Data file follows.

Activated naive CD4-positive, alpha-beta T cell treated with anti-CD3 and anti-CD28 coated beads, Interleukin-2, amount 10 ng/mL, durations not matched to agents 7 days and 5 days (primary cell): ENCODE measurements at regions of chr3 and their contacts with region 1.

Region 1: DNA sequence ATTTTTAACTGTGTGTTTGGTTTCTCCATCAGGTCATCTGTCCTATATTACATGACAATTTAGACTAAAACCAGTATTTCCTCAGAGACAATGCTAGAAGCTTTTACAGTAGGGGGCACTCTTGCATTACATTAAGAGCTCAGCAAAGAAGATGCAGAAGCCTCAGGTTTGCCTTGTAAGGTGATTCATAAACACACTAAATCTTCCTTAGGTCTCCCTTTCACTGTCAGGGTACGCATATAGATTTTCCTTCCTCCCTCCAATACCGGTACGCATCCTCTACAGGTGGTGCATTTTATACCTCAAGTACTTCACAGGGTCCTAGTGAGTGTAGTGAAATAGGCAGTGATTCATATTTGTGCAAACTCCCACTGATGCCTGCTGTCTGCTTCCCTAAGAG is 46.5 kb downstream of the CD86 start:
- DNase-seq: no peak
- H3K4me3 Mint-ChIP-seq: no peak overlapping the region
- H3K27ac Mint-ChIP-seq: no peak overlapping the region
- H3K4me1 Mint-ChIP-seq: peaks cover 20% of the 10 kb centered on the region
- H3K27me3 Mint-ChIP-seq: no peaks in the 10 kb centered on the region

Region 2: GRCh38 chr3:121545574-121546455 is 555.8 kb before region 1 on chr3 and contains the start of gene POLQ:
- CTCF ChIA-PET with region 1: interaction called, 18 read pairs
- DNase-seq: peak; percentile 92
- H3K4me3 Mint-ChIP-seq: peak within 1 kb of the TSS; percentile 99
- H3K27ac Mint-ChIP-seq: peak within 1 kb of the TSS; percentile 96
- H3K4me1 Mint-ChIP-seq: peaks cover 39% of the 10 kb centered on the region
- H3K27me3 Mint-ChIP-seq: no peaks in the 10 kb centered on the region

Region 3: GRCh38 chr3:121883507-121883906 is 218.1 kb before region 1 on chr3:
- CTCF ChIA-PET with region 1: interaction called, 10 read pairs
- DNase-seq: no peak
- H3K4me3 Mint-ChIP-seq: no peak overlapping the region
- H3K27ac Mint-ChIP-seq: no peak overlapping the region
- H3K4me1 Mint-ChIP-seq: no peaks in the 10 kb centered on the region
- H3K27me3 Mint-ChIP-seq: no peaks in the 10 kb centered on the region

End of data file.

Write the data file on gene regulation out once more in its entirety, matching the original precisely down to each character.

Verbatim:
Activated naive CD4-positive, alpha-beta T cell treated with anti-CD3 and anti-CD28 coated beads, Interleukin-2, amount 10 ng/mL, durations not matched to agents 7 days and 5 days (primary cell): ENCODE measurements at regions of chr3 and their contacts with region 1.

Region 1: DNA sequence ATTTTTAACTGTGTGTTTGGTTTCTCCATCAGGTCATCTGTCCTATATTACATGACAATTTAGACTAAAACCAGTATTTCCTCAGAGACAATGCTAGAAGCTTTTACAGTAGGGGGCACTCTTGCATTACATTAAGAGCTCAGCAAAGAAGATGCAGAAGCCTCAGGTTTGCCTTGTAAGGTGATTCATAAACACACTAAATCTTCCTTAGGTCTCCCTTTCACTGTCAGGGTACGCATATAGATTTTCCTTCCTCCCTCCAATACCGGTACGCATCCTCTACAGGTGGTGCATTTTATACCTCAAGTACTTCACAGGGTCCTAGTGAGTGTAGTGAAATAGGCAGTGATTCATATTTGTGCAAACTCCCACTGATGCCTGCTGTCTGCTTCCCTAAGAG is 46.5 kb downstream of the CD86 start:
- DNase-seq: no peak
- H3K4me3 Mint-ChIP-seq: no peak overlapping the region
- H3K27ac Mint-ChIP-seq: no peak overlapping the region
- H3K4me1 Mint-ChIP-seq: peaks cover 20% of the 10 kb centered on the region
- H3K27me3 Mint-ChIP-seq: no peaks in the 10 kb centered on the region

Region 2: GRCh38 chr3:121545574-121546455 is 555.8 kb before region 1 on chr3 and contains the start of gene POLQ:
- CTCF ChIA-PET with region 1: interaction called, 18 read pairs
- DNase-seq: peak; percentile 92
- H3K4me3 Mint-ChIP-seq: peak within 1 kb of the TSS; percentile 99
- H3K27ac Mint-ChIP-seq: peak within 1 kb of the TSS; percentile 96
- H3K4me1 Mint-ChIP-seq: peaks cover 39% of the 10 kb centered on the region
- H3K27me3 Mint-ChIP-seq: no peaks in the 10 kb centered on the region

Region 3: GRCh38 chr3:121883507-121883906 is 218.1 kb before region 1 on chr3:
- CTCF ChIA-PET with region 1: interaction called, 10 read pairs
- DNase-seq: no peak
- H3K4me3 Mint-ChIP-seq: no peak overlapping the region
- H3K27ac Mint-ChIP-seq: no peak overlapping the region
- H3K4me1 Mint-ChIP-seq: no peaks in the 10 kb centered on the region
- H3K27me3 Mint-ChIP-seq: no peaks in the 10 kb centered on the region